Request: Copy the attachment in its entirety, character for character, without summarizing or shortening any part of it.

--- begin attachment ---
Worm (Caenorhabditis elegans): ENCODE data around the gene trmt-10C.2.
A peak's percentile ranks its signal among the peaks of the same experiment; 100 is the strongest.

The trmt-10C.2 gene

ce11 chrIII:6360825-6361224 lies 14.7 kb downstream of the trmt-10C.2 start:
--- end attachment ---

Worm (Caenorhabditis elegans): ENCODE data around the gene trmt-10C.2.
A peak's percentile ranks its signal among the peaks of the same experiment; 100 is the strongest.

The trmt-10C.2 gene

ce11 chrIII:6360825-6361224 lies 14.7 kb downstream of the trmt-10C.2 start: